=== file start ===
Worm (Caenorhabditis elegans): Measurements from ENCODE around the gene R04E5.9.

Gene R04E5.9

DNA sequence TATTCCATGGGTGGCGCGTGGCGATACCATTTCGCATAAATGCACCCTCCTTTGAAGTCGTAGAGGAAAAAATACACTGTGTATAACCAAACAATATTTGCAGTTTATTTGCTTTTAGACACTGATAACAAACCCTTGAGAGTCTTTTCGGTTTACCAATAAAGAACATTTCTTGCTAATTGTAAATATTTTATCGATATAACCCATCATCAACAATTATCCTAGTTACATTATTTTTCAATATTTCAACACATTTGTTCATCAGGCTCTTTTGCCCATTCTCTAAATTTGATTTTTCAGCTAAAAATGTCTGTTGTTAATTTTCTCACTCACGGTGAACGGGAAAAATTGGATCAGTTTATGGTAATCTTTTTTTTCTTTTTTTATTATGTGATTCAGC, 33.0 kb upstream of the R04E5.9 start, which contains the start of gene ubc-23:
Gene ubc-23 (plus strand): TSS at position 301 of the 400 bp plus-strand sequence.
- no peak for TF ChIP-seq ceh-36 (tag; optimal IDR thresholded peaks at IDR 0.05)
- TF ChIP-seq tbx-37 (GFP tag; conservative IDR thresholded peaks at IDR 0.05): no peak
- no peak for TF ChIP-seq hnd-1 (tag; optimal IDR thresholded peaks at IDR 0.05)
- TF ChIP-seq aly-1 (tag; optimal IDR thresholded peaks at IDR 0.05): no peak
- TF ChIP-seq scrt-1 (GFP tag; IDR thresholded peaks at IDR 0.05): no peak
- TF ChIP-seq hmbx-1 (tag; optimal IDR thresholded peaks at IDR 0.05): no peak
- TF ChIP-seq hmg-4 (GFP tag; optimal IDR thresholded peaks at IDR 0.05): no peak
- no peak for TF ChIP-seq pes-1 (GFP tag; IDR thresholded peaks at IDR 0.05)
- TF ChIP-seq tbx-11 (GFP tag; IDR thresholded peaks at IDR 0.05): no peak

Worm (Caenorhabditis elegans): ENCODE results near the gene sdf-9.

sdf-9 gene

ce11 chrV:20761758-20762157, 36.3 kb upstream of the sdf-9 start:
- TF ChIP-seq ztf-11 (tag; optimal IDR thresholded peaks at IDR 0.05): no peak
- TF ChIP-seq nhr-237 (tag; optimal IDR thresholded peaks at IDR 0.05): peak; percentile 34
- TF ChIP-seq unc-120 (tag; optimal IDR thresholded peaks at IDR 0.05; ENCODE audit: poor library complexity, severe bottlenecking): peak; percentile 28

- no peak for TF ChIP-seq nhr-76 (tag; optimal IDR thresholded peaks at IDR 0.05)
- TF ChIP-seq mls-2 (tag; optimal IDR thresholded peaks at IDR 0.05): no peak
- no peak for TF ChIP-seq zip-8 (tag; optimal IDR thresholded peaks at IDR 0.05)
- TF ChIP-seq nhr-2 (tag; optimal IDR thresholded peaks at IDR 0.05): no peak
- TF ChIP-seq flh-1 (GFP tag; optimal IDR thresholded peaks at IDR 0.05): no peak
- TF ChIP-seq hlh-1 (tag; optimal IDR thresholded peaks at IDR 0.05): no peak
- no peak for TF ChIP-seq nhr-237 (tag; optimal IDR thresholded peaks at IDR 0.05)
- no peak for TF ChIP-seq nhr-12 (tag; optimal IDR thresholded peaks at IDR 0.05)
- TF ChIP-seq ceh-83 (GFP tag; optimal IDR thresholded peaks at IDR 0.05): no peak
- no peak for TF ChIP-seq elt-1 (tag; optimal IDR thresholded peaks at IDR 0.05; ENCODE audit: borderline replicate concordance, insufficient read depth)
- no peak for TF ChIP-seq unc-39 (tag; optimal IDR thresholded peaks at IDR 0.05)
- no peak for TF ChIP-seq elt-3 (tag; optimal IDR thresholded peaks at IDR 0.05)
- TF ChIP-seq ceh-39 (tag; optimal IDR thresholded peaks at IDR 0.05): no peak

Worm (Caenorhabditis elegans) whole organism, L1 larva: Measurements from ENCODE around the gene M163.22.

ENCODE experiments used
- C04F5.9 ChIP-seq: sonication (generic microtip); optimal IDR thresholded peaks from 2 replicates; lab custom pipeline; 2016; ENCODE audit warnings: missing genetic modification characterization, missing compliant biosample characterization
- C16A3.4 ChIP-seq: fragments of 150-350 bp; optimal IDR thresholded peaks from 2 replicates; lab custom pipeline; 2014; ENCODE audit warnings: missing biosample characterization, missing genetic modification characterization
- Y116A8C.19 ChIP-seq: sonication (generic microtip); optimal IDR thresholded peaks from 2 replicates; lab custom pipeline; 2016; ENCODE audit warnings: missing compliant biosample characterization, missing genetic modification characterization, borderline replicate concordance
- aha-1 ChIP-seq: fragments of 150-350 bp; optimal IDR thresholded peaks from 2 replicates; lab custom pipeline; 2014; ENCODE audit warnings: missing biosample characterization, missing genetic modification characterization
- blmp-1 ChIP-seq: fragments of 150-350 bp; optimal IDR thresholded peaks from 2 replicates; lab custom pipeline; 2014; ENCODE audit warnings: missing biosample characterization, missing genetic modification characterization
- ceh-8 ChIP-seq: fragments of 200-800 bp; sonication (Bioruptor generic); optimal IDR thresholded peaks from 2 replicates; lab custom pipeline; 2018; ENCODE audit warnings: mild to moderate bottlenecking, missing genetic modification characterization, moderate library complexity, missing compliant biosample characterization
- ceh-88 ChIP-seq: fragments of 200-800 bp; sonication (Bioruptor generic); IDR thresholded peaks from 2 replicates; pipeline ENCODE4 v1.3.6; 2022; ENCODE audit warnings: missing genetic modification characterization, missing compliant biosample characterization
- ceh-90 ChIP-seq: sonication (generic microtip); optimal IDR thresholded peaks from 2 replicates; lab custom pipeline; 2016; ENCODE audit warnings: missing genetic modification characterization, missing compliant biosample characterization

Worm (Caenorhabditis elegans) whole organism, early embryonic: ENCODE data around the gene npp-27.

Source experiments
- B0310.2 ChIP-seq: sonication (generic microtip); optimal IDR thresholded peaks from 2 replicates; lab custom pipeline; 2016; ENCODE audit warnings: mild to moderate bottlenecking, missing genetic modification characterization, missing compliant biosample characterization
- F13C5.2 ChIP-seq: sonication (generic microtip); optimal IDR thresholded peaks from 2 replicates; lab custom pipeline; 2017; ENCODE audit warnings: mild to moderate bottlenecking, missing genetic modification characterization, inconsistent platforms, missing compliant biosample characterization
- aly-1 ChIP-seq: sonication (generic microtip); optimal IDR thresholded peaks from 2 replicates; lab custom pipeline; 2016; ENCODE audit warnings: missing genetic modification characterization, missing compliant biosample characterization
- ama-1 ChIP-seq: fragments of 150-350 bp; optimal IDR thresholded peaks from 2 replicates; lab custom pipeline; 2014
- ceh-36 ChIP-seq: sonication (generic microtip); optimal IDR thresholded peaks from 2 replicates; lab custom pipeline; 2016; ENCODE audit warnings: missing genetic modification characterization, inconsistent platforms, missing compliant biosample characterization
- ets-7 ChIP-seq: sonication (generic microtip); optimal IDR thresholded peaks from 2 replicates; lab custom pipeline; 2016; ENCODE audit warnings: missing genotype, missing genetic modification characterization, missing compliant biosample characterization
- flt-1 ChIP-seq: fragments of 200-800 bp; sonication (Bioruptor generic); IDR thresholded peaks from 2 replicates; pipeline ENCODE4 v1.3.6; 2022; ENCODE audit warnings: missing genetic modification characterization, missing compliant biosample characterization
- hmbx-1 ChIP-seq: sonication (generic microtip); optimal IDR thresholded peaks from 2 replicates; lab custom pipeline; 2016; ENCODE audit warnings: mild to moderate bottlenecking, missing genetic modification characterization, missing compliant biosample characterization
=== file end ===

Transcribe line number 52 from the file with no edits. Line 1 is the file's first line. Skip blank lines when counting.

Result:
- hmbx-1 ChIP-seq: sonication (generic microtip); optimal IDR thresholded peaks from 2 replicates; lab custom pipeline; 2016; ENCODE audit warnings: mild to moderate bottlenecking, missing genetic modification characterization, missing compliant biosample characterization